Everyone has a story about the penny stock they bought that made them a big profit. Everyone also has a story about the fish that got away. Both stories should be viewed skeptically. Many savvy stock traders enjoy trading penny stocks because the action moves fast and requires professional-quality financial analysis, company research and technical analysis of the price charts. This is the reality of investing in penny stocks. It requires a lot of research, constant monitoring and the personal ability to restrain emotion, optimism and greed.
Open an account at a reputable online brokerage firm that accommodates day traders. Look for interactive stock screeners, interactive price charts, access to the market makers' quote system (NASDAQ Level II) and real-time quotes.
Learn to make use of the online trading tools available, particularly the interactive price charts and the NASDAQ Level II quote system. Technical analysis of price movement is vital to trading penny stocks.
Familiarize yourself with the OTC Markets website where you will find a complete tutorial on the pink sheets market. This is a self-regulated organization (SRO), or exchange, and is the venue where all Pink Sheet or penny stocks are traded.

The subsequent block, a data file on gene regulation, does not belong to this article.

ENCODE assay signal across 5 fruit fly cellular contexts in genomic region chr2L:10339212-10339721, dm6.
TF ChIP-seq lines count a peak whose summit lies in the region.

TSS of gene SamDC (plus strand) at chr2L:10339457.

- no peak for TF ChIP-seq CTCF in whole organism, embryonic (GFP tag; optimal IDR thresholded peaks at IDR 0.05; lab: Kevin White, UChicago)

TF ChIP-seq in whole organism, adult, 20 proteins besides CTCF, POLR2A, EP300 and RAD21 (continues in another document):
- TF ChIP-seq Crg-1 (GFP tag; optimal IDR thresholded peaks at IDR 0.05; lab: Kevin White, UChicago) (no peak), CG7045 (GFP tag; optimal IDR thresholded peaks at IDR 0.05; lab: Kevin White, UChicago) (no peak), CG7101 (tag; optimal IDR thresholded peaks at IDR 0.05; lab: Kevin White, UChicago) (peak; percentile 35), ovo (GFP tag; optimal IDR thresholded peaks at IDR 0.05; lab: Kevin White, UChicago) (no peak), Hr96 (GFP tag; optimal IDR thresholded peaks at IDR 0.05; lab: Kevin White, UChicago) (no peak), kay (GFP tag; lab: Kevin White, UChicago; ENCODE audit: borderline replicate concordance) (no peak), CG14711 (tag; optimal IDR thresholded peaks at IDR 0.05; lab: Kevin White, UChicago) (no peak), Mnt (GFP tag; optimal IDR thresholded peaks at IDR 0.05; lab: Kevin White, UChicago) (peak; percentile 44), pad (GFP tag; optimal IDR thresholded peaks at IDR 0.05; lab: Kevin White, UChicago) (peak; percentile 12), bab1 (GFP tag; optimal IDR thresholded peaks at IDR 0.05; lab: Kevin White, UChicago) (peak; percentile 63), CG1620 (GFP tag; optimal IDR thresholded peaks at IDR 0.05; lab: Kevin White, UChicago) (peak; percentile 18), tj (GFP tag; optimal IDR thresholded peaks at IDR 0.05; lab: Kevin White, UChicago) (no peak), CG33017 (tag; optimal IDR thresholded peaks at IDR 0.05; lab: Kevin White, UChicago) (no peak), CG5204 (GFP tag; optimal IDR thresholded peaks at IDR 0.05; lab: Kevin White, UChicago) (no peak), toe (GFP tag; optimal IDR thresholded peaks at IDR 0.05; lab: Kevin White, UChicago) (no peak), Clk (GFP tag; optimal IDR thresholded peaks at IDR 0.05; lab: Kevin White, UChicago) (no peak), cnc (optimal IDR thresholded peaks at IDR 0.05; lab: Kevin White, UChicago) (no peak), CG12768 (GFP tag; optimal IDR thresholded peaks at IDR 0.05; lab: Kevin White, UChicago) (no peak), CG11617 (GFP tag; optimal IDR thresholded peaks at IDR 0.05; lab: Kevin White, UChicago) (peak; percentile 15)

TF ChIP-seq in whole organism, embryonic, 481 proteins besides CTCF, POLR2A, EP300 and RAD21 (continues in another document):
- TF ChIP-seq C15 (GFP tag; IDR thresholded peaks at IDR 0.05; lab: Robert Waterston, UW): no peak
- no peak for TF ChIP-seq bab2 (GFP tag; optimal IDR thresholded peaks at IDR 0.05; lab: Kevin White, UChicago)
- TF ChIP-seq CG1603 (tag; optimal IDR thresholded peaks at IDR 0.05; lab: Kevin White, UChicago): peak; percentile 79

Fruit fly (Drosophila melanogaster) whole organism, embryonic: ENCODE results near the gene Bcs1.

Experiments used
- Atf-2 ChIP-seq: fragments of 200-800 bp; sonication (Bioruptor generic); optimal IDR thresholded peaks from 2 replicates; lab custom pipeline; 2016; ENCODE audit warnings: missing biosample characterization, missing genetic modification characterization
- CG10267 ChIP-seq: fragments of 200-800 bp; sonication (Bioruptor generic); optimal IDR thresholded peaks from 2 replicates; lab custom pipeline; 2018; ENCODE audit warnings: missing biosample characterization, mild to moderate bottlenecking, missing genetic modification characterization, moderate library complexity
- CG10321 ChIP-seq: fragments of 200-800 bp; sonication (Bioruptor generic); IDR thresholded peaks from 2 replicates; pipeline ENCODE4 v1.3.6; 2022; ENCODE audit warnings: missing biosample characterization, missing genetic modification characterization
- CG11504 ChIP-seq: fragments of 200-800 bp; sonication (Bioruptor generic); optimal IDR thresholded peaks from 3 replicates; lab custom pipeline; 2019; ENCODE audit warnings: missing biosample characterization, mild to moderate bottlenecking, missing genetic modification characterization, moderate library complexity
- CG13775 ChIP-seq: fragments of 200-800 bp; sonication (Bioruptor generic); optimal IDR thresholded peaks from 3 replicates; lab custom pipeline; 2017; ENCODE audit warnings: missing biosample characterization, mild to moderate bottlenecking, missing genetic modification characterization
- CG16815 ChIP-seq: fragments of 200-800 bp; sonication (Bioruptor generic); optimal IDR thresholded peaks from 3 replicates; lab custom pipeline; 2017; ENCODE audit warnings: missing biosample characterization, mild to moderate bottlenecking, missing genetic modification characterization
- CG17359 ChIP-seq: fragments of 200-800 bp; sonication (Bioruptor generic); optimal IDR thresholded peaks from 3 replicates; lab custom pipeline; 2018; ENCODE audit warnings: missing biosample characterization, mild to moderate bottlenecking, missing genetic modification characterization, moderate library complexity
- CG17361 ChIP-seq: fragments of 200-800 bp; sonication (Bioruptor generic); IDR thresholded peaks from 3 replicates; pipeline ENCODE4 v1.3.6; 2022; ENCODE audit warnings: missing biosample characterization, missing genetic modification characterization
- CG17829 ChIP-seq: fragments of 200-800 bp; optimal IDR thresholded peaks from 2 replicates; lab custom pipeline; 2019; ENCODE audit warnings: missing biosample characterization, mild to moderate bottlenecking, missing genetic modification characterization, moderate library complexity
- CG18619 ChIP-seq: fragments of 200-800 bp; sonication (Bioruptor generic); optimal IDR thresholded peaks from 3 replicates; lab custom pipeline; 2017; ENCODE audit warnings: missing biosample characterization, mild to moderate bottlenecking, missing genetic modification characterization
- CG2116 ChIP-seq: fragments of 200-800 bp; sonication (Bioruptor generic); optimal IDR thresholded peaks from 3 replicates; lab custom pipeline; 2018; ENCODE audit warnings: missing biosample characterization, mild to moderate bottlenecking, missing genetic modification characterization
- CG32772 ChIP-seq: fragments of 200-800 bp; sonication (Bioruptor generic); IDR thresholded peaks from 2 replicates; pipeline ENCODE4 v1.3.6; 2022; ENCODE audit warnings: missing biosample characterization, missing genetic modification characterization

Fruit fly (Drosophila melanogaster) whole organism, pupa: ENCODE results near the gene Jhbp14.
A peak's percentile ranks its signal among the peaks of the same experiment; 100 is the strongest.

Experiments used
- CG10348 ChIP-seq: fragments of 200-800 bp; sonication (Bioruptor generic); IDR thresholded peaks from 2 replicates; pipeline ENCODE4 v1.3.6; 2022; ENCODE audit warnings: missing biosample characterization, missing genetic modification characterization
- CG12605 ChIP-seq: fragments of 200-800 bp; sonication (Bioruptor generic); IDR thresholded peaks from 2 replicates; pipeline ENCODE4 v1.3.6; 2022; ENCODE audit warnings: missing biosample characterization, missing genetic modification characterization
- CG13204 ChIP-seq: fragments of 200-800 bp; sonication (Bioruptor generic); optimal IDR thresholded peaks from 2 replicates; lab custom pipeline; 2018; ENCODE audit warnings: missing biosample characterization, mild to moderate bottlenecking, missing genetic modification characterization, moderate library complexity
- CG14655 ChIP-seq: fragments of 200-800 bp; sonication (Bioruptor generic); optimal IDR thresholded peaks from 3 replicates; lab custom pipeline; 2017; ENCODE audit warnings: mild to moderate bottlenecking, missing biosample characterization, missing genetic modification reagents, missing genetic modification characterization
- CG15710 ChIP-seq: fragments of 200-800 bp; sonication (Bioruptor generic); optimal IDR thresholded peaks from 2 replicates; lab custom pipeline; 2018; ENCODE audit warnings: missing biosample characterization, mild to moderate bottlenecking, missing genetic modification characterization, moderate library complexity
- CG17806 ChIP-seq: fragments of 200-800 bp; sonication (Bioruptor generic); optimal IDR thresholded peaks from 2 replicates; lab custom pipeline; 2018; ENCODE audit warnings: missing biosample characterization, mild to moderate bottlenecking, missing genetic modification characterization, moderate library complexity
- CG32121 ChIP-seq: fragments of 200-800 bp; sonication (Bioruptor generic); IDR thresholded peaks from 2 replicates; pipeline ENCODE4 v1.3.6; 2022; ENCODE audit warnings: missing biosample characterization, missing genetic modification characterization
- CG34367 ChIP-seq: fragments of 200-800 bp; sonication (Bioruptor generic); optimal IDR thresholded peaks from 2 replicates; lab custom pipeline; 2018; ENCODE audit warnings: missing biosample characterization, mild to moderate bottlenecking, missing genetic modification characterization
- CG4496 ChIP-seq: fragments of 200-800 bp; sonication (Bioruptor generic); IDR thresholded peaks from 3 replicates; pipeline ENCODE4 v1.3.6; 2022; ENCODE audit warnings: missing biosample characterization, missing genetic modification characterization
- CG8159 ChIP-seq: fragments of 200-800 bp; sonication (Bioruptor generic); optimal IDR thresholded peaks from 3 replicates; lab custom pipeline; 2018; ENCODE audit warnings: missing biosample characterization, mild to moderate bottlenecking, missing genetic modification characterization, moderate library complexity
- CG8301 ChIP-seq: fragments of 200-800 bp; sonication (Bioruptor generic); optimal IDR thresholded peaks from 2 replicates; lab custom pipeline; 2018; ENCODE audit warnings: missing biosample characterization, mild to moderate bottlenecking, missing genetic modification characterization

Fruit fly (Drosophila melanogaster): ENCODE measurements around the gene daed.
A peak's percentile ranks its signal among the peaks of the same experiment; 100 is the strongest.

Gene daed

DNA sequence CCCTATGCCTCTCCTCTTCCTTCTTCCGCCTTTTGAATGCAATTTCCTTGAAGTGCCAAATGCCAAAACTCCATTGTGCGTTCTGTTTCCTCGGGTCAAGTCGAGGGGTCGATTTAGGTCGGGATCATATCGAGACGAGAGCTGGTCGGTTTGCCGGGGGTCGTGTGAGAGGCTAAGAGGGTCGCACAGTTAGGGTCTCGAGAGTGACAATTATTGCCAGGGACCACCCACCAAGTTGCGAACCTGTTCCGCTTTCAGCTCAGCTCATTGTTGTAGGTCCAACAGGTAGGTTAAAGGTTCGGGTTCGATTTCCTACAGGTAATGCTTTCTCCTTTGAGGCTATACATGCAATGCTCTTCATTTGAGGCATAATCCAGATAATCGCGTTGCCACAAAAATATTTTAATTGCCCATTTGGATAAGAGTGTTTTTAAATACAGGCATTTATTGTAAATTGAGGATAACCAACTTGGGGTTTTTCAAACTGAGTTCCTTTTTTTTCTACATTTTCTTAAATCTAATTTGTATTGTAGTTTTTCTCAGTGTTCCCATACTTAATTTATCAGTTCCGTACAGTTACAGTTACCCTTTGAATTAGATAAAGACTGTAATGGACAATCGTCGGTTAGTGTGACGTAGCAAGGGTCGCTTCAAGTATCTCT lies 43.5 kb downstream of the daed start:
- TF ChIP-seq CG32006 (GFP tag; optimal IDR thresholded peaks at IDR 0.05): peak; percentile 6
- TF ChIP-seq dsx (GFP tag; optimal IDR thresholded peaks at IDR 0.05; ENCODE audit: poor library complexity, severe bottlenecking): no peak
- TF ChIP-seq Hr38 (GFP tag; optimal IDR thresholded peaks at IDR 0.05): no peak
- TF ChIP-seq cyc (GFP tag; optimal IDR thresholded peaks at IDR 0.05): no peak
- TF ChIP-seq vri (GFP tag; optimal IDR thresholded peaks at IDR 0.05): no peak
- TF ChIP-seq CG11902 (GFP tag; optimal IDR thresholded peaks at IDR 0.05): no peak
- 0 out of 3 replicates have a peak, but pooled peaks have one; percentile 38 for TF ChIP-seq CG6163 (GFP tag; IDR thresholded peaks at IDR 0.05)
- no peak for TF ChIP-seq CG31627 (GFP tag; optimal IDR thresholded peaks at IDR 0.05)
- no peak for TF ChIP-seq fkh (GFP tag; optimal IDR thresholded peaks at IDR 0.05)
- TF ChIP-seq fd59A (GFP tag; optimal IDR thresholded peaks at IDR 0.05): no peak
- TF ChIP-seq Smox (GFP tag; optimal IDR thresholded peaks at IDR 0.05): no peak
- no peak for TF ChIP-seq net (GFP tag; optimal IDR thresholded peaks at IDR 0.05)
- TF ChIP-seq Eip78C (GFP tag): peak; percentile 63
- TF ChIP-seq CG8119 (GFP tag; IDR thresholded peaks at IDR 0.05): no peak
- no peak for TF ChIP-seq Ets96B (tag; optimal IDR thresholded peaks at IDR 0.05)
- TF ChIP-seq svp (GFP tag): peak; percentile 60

Ignore hot stock tips from email stock promoters, and when your friends tell you about a stock that is making them money, by the time they tell you about it the stock has probably peaked and ready for consolidation.
Pick several stocks and paper trade them before committing your money. Take your time to learn the trading pattern and rhythm of the stock, and keep your cash available so you can quickly take advantage of any price dips.
- Many good penny stock analysts provide trading ideas on a subscription basis. Ask your friends, or other traders on the investor bulletin boards, to recommend websites and services they find helpful.
- Never borrow money to use to trade stocks and never trade with money you can't afford to lose. If you use money that you will need in the foreseeable future, you may be forced to sell out a good position during a temporary dip in price in order to pay bills. Sometimes the difference between profits and losses is the simple ability to hold on to the investment for a couple more days.
Victoria Duff specializes in entrepreneurial subjects, drawing on her experience as an acclaimed start-up facilitator, venture catalyst and investor relations manager. Since 1995 she has written many articles for e-zines and was a regular columnist for "Digital Coast Reporter" and "Developments Magazine." She holds a Bachelor of Arts in public administration from the University of California at Berkeley.